Categories: Europe

EU: Rail transport severely impacted by COVID-19 in 2020


The FINANCIAL — As a result of strict precautionary measures and a reduced number of trains in operation since March 2020, rail transport reduced significantly in the EU. Freight transport was impacted by those restrictions to a much lesser extent than passenger transport, which almost halved between 2019 and 2020 (-46%) reaching 223 billion passenger-kilometres. Particularly significant were the drops in the second and the fourth quarter of 2020 (-74% and -54% compared with the same period of 2019).

This information comes from data on railway transport published by Eurostat today. The article presents a handful of findings from the more detailed Statistics Explained articles on railway freight and passenger transport.


In 2020, the EU rail freight transport performance fell by 6% compared with 2019 (in tonne-kilometres), with the second quarter of 2020 being the most impacted (-15% compared with the same period of 2019). However, the last quarter of 2020 recorded a slight growth compared with the same quarter of the previous year (+6%).

All EU Member States reported substantial decreases in the number of passengers transported by rail in 2020. The largest decreases were recorded in Ireland (-64%) and Italy (-57%). Among the remaining EU Member States, seven fell by more than 40% over the same period. In nine EU Member States, a drop between 30% and 40% was recorded.

Estonia, Romania and Bulgaria registered the lowest decreases with -29%, -28% and -21%, respectively.

Rail freight transport was less impacted by COVID-19. Expressed in tonnes, five EU Member States and Norway recorded an increase in 2020 compared to the previous year. Ireland registered the highest growth (+30%), followed by Bulgaria (+19%).

In contrast, a high decrease was observed in Latvia (-42%), followed by Estonia (-26%), Luxembourg (-18%), Spain (-17%) and Romania (-16%). In absolute terms, Germany was the country with the highest decrease in rail freight transport, with a 20 million tonnes drop in 2020 compared to 2019. Latvia followed with a decrease of 17 million tonnes over the same period.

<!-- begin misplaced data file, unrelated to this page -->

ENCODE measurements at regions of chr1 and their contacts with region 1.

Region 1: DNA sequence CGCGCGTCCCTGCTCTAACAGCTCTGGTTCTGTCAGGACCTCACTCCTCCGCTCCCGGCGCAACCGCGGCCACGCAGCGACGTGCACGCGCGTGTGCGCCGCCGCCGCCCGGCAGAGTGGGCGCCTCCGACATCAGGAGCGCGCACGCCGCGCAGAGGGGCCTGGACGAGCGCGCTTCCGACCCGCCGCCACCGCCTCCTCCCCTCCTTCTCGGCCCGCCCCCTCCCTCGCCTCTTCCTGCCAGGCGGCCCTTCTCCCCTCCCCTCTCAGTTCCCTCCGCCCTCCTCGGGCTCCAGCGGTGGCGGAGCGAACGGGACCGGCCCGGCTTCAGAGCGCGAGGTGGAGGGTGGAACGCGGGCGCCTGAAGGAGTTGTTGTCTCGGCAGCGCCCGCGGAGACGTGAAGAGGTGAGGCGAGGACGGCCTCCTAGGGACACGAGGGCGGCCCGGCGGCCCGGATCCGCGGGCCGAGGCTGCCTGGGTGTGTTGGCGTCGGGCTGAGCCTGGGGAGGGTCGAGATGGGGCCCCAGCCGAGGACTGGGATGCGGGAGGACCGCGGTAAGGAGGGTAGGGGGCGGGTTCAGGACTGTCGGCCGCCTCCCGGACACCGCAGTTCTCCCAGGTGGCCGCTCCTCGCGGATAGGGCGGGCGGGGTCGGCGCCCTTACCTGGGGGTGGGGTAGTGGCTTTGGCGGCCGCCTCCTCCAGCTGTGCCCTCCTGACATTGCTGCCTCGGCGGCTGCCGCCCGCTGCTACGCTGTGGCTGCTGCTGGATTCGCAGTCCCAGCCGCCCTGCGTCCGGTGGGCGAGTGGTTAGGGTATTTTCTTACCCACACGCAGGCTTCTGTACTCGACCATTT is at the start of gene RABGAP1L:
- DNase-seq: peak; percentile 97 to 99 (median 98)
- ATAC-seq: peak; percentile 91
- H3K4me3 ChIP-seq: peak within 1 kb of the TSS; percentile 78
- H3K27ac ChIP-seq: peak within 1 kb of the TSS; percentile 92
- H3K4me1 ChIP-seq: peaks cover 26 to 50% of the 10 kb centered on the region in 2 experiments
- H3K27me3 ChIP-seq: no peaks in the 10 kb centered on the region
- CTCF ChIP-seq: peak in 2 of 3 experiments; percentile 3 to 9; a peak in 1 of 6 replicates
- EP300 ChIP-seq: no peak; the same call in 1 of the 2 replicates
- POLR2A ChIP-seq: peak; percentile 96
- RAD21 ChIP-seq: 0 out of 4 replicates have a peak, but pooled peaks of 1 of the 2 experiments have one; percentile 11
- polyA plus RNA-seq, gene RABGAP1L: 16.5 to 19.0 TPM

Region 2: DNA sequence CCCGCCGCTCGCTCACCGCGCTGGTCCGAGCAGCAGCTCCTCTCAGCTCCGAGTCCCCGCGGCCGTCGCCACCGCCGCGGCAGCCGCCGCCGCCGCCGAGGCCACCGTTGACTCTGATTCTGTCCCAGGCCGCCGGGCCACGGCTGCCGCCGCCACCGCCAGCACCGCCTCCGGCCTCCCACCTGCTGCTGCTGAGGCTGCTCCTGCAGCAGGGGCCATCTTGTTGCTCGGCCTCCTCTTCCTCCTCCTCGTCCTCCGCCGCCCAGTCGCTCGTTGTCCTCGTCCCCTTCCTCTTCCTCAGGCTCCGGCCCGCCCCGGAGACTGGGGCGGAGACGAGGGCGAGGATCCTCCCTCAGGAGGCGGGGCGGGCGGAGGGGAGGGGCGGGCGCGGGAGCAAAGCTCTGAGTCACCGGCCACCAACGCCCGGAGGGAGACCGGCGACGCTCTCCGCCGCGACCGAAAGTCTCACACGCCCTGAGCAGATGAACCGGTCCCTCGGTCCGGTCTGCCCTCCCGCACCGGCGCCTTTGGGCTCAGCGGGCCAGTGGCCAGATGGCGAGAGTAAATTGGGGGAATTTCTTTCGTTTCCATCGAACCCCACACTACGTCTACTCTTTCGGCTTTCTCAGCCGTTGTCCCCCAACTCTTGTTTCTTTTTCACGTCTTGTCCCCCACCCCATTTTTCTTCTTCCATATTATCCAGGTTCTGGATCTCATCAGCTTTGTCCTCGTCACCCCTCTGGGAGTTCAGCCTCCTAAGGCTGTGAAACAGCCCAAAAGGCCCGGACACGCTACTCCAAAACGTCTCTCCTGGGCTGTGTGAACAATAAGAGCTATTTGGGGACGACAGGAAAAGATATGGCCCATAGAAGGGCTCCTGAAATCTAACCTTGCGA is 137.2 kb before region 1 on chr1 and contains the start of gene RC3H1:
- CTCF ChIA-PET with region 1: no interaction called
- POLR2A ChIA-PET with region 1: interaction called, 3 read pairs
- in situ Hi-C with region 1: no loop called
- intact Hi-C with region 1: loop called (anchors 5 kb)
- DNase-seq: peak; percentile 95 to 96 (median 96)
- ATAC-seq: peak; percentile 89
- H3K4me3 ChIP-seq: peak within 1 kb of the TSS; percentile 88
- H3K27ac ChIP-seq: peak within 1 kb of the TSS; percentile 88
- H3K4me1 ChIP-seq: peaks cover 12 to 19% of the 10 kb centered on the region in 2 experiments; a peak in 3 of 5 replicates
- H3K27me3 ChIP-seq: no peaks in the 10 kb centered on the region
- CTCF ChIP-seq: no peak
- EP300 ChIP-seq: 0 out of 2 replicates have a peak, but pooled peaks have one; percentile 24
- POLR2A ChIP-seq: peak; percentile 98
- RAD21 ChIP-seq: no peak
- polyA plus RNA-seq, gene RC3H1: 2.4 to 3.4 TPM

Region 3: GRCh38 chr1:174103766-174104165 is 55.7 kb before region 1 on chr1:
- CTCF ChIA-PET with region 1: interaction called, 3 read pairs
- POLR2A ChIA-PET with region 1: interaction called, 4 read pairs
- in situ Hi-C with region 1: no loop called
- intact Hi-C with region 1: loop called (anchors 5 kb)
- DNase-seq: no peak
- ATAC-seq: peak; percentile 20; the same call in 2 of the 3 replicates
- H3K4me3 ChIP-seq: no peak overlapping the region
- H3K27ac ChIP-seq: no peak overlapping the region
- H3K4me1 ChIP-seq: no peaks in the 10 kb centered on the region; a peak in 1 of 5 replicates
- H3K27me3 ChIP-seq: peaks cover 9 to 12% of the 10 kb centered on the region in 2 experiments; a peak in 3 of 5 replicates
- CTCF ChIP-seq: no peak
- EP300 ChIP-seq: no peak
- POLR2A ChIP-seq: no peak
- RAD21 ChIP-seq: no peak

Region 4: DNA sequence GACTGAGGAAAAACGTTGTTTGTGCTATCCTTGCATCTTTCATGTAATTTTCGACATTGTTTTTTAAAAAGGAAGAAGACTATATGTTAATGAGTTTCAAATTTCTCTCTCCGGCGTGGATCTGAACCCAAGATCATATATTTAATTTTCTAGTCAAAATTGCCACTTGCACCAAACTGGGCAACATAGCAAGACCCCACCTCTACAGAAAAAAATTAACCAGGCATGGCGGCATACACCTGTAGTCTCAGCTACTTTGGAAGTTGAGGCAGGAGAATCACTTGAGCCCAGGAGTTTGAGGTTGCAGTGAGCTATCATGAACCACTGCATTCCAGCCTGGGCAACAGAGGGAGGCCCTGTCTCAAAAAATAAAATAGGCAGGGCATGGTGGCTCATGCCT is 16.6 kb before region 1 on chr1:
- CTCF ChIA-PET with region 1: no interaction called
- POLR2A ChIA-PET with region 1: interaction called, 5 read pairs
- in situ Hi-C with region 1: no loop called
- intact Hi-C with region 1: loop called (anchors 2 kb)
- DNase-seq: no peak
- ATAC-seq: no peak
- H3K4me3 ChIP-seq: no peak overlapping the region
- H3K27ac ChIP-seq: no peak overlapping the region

Since 2005

Recent Posts

Bank of America Study Finds 84% of Employers Now Say Offering Financial Wellness Tools Helps Increase Employee Retention

The FINANCIAL -- 97% of employers feel responsible for employee financial wellness, with 91% seeing…

22 hours ago

How Global South cities can work better: free course based on Oxford-led urban research

A new, free course ‘Shaping Urban Futures’, aimed at planners, policymakers and people with an…

22 hours ago

Discovery of new nanowire assembly process could enable more powerful computer chips

Researchers from Oxford University’s Department of Materials have developed a technique to precisely manipulate and…

22 hours ago

Face to face with ancient Egyptians

Realistic mummy portraits shed light on life, death in multicultural Roman era 2,000 years ago. Realistic…

23 hours ago

What makes us human? It’s all in the hips

New study shows how pelvis evolved for walking upright, allowing birth of offspring with larger…

23 hours ago

Genetic tests set to reduce burden of joint replacement surgery

A range of ground-breaking genetic tests could help predict whether joint replacements succeed or fail. These…

23 hours ago